Date Awarded


Document Type


Degree Name

Master of Science (M.Sc.)




Daniel A Cristol

Committee Member

John P Swaddle

Committee Member

Matthias Leu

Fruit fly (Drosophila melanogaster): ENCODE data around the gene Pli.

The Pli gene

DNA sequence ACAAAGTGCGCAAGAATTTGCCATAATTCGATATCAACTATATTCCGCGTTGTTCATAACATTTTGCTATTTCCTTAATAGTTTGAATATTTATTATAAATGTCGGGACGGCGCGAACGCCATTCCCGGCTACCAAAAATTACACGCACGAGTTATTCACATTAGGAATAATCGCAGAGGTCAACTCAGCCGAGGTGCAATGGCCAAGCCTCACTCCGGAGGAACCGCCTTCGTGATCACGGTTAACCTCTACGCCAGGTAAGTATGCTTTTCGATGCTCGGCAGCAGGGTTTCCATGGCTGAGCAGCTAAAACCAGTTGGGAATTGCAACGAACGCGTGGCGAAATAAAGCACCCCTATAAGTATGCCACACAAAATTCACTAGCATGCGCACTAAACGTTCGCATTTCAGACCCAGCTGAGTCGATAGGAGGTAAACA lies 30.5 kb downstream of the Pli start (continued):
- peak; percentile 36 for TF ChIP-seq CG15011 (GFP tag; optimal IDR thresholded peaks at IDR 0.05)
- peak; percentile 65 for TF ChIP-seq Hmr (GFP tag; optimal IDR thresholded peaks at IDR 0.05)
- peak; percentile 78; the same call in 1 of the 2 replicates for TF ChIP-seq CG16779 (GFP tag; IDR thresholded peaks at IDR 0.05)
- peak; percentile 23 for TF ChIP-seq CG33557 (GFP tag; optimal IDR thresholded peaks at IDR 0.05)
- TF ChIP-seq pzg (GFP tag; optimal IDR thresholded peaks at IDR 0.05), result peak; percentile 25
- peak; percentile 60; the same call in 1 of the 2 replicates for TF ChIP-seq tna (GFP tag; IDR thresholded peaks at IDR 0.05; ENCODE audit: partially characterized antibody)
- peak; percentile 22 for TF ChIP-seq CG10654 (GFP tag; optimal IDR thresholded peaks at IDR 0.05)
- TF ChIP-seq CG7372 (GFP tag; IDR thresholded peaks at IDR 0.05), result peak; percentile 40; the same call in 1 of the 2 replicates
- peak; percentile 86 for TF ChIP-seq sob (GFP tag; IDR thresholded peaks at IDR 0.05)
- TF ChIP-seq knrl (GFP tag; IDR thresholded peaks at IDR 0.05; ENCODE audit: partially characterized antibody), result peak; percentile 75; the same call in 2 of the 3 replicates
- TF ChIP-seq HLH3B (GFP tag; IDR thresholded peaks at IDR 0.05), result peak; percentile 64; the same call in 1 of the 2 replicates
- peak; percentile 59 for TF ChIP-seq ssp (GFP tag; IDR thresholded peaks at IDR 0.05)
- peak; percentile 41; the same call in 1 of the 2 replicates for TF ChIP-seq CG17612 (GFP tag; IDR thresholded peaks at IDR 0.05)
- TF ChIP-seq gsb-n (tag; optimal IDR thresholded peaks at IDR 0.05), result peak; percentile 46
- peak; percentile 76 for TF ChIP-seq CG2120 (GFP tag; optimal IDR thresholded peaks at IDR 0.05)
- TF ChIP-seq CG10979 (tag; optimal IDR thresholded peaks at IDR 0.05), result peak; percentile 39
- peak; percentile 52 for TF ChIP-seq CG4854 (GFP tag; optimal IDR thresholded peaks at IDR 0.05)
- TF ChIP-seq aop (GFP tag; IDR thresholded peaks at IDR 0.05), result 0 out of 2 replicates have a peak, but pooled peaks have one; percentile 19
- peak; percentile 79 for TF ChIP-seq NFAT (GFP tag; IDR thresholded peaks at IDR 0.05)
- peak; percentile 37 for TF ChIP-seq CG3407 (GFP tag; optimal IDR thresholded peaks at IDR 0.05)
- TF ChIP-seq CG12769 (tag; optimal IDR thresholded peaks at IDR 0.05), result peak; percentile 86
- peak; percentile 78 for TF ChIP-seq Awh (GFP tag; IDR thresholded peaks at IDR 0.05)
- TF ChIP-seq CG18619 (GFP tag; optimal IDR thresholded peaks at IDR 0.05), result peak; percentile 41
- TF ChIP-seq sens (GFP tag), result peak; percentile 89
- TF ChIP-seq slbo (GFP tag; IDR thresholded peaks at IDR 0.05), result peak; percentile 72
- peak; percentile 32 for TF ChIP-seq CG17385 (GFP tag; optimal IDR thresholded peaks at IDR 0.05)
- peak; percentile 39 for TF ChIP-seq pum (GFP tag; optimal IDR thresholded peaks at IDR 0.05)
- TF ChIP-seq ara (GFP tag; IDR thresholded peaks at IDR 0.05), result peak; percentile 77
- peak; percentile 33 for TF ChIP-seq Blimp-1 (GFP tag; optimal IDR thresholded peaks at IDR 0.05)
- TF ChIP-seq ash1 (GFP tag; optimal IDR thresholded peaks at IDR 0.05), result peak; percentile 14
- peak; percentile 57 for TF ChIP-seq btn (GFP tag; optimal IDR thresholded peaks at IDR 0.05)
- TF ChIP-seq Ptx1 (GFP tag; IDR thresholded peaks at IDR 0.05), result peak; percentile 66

We asked whether anthropogenic noise and animal personality interact to influence the settlement patterns and parental behaviors of individual eastern bluebirds (Sialia sialis) in a suburban landscape. Our hypothesis was that individuals with bold-type personalities would be less sensitive to noise pollution because they are more risk-tolerant. We collected repeated measures of neophobia, aggression, and nestling feeding rate in adult bluebirds while manipulating the sound environment at nest boxes. First, we added a recording of traffic noise during the nestling stage. We found that when exposed to experimental noise, aggressive females had higher feeding rates than less-aggressive females. Individual bluebirds were moderately repeatable in aggression and neophobia, but the two behaviors did not correlate to form bold-type and shy-type personalities. In a second experiment, we manipulated the noise environment during territory establishment, nest-building, and egg-laying. We found that less-aggressive females tended to settle in noise-treated nests, and these females delayed egg-laying by an average of four days, although this was not statistically different from controls. These results suggest that female aggression level is important for mediating the effects of anthropogenic noise pollution on this population bluebirds by influencing spatial arrangement and noise exposure, by directly delaying egg-laying, and by influencing nestling feeding rate. By identifying the role of personality in mediating human impacts on animal populations, we can implement more finely tuned conservation and management programs.




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